49:45Psychological safety is the key to creating a safer workplace where employees can bring up concerns and problems before they become disasters. This week Tim and Junior explore the link between psychological safety and physical safety for organizations where lives are on the line.(02:24) Tim shares a personal experience about his time managing the Geneva Steel Plant. Safety protocols were not followed and a critical accident happened. The life of a worker was lost. (11:26) The Duty of Care and the fundamental hazard categories. In 1788 British Parliament passed The Chimney Sweepers Act which established a legal and a moral obligation to keep each other safe in the workplace. Frameworks have evolved around this duty and we've identified four fundamental hazard categories. They are chemical, biological, ergonomic and physical. We've used that framework for more than 200 years to make the workplace a safer place by identifying and removing hazards in these four categories.(28:36) Passive observation vs active participation.When we engage in an activity we do so on a spectrum of passive observation to active participation. During activities where safety is at risk passive observation enhances that risk. Passive observation is more likely to occur in environments with low levels of psychological safety.(36:18) Toyota production lines and the andon cord.Toyota's introduction of the andon cord is a great example of what it means to "stop the line". The andon cord enabled anyone on the production line regardless of position, title, or authority, to stop the line by pulling the cord. The main concern for Toyota was quality assurance. We can apply this same concept to safety. Anyone on the job, regardless of position, title, or authority should be given the power to "stop the line" at any moment and not be punished for it.Important LinksEbook - Breaking the Chain of Command: Achieving Physical Safety through Psychological SafetyWebinar - Breaking the Chain of Command: Improving Physical Safety through Psychological Safety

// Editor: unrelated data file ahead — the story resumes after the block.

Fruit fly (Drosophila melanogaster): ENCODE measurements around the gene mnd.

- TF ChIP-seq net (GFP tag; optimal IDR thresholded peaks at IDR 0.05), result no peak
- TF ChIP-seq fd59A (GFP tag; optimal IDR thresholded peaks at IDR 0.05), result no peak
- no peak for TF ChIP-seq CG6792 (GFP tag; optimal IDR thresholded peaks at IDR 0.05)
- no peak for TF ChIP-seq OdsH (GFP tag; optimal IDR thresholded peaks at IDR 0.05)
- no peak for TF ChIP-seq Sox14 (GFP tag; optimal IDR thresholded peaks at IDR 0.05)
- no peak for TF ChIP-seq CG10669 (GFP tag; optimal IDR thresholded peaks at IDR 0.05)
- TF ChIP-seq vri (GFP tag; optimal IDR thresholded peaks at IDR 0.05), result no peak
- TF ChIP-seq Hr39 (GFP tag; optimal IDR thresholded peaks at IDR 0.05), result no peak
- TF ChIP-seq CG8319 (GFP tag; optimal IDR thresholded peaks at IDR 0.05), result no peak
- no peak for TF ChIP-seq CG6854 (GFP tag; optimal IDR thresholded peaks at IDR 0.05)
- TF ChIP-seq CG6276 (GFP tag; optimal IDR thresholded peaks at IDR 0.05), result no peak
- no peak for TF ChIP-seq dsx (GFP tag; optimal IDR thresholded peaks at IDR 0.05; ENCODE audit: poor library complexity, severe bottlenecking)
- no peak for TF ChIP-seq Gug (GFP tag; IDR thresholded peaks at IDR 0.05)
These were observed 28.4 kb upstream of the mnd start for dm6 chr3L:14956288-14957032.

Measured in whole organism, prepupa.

What Psychological Safety is Not
51:52In this episode Tim and Junior discuss the seven misconceptions surrounding psychological safety. Some organizations and some leaders dismiss psychological safety because they believe that it means a whole host of things, that it doesn't mean. So they dismiss it and they ignore it. When helping leaders understand the topic of psychological safety, defining what psychological safety is not can be just as helpful as defining what it is. (03:19) What is psychological safety? Psychological safety is a culture of rewarded vulnerability. It is an applied discipline that requires effort and a high bar to create this kind of culture. Individuals and teams progress through four successive stages of psychological safety. (10:06) Psychological safety is not "niceness". Tim wrote an article featured in Harvard Business Review titled, "The Hazards of a Nice Company Culture". Sometimes a thin layer of niceness is spread over a thick layer of fear. We're not saying, don't be warm, hospitable, or caring. When we are collegial to a fault, what happens? We create false harmony and false compassion. A barracuda may smile at you, but don’t pet it. Niceness without pure intent is counterfeit. It still induces fear and mistrust.(26:03) Psychological safety is not consensus decision making. Yes, psychological safety should do much to neutralize the power differential created by hierarchy, titles, and position, but I’ve seen employees who believed that their organization’s emphasis on psychological safety invested them with veto power. Psychological safety should give you voice, but it does not change decision making authority. (42:13) Psychological safety is not rhetorical reassurance. Some leaders try to enact psychological safety with words. They mistakenly believe they can decree it into existence by simply saying, “Psychological safety is a priority for our organization. Please speak up. Give us your honest feedback and candid input. It’s now safe.” Just making a declaration won’t make it so.Important LinksHBR - The Hazards of a “Nice” Company CultureWhat Psychological Safety is NotThe Complete Guide to Psychological SafetyWhat is Psychological Safety - Podcast EpisodeWhat is Psychological Safety - Website
How a CEO Can Create Psychological Safety in the Room